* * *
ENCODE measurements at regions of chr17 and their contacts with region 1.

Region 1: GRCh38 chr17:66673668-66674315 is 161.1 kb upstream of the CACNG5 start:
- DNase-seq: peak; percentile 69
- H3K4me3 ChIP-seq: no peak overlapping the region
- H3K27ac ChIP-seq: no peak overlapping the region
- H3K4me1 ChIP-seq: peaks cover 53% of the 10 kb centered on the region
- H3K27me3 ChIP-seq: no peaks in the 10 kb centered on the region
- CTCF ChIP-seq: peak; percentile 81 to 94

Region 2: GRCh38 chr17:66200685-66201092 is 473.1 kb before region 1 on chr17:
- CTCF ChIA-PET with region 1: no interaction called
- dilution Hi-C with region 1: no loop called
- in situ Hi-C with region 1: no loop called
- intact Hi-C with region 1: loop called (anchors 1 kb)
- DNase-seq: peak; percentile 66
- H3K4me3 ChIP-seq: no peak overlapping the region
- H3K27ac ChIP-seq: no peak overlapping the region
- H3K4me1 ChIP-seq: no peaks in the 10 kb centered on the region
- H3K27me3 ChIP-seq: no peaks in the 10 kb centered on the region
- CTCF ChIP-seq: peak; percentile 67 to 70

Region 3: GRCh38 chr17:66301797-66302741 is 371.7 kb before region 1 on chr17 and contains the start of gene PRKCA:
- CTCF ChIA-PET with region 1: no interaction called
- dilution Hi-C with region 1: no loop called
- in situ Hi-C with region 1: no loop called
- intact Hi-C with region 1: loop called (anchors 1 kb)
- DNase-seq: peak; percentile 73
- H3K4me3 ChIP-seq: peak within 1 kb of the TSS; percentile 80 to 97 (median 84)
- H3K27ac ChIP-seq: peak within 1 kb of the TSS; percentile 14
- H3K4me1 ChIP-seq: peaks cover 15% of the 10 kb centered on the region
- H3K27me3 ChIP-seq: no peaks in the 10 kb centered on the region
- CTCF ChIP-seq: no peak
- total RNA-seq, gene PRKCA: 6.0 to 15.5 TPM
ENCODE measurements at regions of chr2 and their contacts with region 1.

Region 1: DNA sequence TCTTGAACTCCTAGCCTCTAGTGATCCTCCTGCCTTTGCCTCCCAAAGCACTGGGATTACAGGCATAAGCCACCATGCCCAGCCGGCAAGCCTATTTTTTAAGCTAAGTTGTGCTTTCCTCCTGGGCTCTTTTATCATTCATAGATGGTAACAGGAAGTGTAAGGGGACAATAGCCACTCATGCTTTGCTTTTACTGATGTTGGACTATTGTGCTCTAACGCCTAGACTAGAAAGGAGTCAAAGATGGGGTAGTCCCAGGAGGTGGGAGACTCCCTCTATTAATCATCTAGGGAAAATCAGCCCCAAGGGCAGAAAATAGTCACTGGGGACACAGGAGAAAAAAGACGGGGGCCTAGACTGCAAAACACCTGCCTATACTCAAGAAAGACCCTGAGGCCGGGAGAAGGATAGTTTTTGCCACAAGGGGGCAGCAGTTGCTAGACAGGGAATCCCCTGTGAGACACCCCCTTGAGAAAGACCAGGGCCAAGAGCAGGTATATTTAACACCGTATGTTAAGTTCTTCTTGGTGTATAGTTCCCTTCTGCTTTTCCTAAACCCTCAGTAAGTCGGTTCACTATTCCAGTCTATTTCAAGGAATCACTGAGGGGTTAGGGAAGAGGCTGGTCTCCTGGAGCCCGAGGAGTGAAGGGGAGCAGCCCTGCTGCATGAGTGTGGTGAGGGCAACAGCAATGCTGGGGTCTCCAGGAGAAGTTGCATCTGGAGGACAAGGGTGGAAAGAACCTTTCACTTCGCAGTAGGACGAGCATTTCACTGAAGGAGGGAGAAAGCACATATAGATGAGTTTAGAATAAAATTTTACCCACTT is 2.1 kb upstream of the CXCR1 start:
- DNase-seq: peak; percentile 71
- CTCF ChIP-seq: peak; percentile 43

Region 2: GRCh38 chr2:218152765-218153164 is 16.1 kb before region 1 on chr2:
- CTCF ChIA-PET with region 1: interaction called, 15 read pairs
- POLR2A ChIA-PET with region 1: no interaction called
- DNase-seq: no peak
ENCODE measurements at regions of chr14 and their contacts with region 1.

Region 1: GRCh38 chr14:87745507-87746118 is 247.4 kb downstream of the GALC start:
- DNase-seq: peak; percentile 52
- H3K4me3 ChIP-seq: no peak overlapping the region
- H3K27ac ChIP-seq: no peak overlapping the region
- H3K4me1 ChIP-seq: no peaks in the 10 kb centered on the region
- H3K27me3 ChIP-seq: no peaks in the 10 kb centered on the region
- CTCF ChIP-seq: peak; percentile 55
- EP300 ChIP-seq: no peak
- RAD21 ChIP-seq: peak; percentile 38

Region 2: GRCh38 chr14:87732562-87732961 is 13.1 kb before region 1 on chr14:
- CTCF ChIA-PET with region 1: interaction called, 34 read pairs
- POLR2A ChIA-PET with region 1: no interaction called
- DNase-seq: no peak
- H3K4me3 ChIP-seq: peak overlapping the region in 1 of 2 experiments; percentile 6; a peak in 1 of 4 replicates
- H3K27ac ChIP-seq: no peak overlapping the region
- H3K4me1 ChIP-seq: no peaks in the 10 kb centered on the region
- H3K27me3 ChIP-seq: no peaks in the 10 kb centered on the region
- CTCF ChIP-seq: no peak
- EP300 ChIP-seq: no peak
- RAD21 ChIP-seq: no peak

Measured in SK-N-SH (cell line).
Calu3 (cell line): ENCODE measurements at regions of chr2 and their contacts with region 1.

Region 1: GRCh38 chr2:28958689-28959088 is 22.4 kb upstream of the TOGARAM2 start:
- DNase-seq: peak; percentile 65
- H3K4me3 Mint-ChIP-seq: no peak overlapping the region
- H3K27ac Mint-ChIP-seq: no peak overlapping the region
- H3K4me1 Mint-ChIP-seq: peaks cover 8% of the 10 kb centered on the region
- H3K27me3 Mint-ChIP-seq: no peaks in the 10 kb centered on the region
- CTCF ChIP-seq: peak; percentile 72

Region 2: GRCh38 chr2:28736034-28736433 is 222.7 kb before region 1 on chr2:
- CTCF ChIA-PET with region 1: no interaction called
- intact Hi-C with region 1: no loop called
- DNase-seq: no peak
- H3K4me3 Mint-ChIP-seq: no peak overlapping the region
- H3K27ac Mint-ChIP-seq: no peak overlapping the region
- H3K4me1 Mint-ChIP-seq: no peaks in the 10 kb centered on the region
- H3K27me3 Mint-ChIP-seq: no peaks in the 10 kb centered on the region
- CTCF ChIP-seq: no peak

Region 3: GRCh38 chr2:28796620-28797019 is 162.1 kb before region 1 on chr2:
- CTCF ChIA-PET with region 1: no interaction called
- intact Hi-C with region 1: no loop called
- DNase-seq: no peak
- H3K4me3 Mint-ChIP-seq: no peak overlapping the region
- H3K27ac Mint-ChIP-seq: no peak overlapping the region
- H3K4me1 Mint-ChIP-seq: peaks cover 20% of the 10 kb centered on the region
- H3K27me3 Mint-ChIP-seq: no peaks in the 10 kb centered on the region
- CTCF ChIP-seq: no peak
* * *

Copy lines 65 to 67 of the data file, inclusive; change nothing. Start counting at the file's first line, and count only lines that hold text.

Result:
- H3K4me3 Mint-ChIP-seq: no peak overlapping the region
- H3K27ac Mint-ChIP-seq: no peak overlapping the region
- H3K4me1 Mint-ChIP-seq: peaks cover 8% of the 10 kb centered on the region